It will soon be possible for separating couples in the UK to get a divorce or civil partnership dissolution without having to blame one another for the breakdown of their relationship.
In Autumn 2021, no-fault divorce will be put into law as a part of the Divorce, Dissolution and Separation Act, providing a long-awaited reform to divorce law in the UK.
The new law will provide couples with the opportunity to take a constructive approach to their separation, reducing unnecessary conflict and animosity. This will be done by removing the need for couples to rely on one of the ‘five facts’ to prove the irretrievable breakdown of the relationship.
Why is the current divorce law being reformed?
Under current law in England and Wales, separating couples intending to get a divorce or civil partnership dissolution can only do so if they are able to prove that their relationship has ‘irretrievably broken down’.
For this to be the case, couples have to rely on one or more of the following facts:
- Unreasonable behaviour
- Adultery (not available for civil partnership dissolution)
- Desertion (where your partner has left you for at least 2 years out of the last 2.5 without your consent, without good reason and with the intention to end your relationship)
- Separation for at least 2 years with the consent of your spouse/civil partner
- Separation for at least 5 years whether your spouse/civil partner consents or not
One party will bring forward a divorce petition, blaming the other using one of the listed facts. If the other party disagrees with the divorce and the facts relied upon, they can opt to contest the divorce.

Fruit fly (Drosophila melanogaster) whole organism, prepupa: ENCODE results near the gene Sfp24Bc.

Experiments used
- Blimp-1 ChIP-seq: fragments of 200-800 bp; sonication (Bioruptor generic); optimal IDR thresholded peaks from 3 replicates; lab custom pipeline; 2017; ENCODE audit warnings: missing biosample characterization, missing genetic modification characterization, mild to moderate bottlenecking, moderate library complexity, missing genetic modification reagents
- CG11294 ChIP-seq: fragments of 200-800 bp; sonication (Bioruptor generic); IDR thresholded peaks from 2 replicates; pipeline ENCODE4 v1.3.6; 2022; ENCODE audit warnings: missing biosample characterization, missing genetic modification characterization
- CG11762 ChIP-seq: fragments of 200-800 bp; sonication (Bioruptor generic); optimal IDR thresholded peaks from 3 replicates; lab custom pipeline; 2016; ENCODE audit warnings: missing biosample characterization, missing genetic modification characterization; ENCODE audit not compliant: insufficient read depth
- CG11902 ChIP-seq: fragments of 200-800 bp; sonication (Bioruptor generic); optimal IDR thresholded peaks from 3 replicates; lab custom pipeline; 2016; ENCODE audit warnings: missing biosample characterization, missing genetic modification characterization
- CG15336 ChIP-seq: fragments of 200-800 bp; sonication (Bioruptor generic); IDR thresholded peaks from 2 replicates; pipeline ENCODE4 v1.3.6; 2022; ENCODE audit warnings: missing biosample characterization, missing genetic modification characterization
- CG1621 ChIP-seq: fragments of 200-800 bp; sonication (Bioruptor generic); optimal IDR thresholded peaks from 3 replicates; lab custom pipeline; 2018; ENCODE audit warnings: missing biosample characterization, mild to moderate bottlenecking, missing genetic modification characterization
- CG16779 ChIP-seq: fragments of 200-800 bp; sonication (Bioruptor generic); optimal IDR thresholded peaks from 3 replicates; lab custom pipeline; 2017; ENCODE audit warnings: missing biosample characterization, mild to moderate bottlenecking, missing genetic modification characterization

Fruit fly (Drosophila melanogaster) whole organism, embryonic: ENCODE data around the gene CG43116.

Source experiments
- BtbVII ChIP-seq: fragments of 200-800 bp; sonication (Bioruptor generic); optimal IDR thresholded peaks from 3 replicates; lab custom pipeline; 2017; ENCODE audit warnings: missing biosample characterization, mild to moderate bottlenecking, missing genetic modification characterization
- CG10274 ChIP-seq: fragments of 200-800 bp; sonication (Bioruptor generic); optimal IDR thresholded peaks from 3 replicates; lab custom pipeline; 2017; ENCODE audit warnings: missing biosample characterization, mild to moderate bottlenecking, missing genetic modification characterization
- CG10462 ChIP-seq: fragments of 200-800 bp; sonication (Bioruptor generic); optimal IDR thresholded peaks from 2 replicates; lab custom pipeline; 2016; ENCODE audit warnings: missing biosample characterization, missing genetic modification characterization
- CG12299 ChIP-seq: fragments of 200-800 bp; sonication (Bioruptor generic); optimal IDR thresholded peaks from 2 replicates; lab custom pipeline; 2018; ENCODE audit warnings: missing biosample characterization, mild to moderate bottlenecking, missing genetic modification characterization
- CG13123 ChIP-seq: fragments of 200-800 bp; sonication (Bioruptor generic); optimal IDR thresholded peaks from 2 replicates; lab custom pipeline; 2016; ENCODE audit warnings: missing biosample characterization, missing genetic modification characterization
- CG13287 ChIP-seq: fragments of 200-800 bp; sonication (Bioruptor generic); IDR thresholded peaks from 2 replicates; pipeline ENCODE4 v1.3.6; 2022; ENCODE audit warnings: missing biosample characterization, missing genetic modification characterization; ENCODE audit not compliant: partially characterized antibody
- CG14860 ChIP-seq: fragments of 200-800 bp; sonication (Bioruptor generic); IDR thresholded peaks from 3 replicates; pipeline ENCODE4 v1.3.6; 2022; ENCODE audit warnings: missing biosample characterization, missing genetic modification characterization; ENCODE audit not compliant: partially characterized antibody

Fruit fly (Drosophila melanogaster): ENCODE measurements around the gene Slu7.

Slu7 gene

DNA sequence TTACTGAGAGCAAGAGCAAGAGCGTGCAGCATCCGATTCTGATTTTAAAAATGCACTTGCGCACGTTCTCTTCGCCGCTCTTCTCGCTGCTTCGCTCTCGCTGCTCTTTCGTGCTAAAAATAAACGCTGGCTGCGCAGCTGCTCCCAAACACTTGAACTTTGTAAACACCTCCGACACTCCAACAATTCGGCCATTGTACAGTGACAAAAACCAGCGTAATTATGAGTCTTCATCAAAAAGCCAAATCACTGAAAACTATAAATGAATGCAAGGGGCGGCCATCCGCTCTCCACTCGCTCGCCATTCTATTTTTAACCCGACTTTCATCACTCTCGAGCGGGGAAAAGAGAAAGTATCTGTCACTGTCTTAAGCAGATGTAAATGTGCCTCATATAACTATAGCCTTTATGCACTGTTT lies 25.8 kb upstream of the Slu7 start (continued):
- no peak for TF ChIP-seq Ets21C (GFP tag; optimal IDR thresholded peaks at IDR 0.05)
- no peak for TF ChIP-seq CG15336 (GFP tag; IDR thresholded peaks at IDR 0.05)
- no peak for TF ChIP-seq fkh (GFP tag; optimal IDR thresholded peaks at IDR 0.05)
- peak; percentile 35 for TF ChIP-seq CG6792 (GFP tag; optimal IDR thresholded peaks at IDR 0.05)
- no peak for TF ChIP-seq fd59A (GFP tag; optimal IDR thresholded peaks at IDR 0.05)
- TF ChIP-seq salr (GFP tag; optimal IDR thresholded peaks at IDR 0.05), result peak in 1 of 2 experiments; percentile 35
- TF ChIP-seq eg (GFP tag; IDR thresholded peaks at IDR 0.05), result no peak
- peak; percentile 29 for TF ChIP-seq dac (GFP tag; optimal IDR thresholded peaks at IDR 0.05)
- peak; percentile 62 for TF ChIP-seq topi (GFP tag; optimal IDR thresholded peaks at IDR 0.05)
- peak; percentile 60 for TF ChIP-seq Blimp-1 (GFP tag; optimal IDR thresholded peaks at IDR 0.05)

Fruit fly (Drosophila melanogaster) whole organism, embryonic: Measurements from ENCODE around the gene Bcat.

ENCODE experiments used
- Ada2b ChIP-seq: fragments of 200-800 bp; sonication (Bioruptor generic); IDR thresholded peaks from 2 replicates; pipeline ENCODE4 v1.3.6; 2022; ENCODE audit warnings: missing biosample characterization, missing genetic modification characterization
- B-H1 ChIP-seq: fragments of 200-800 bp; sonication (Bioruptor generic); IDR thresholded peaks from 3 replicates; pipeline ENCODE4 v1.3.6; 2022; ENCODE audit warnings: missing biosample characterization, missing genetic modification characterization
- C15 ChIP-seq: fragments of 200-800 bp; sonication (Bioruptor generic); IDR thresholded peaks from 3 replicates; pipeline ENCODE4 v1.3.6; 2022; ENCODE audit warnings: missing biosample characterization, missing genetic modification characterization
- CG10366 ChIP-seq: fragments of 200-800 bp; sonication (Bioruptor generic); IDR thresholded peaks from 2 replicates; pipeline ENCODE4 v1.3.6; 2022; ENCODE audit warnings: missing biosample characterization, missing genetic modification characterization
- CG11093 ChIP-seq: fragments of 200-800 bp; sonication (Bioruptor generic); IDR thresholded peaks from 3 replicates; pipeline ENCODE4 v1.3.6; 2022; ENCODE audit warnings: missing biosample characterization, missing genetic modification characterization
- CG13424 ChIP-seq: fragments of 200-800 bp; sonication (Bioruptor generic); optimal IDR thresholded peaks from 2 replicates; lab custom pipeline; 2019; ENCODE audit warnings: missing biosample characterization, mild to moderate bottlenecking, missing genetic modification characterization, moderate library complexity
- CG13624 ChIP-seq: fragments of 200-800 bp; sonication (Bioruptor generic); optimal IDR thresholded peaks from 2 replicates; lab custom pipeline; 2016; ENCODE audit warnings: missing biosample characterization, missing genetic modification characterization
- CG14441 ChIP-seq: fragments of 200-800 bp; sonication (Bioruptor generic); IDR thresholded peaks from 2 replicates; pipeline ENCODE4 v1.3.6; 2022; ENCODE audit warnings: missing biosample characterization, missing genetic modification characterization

The law has come under plenty of criticism, as the ‘facts’ do not always accurately reflect the reasons behind a couple’s decision to separate. Some couples naturally drift apart or agree that they both want different things in life.
Even in cases where conflict does exist, the need to pursue a ‘blame game’ is considered to be an outdated approach to separation. There should be no need for someone to publicly air their grievances or potentially have to stay married against their will.
How will no-fault divorce work?
There are a number of important proposals included in the Divorce, Dissolution and Separation Act, which will introduce no-fault divorce.
These proposals include:
- Keeping the sole ground of irretrievable breakdown of the relationship
- Removing the requirement to rely on one of the five facts for irretrievable breakdown
- Updating the language associated with a divorce:
- ‘Decree Nisi’ will become a ‘Conditional Order’
- ‘Decree Absolute’ will become a ‘Final Order’
- The ‘Petitioner’ will become the ‘Applicant’
- Introducing joint applications – this allows couples to agree that the relationship has irretrievably broken down
- Removing the ability for someone to contest a divorce
- Introducing a minimum of 20 weeks from the start of divorce proceedings to when a Conditional Order can be made
- Maintaining the six-week period between the Conditional Order and Final order being made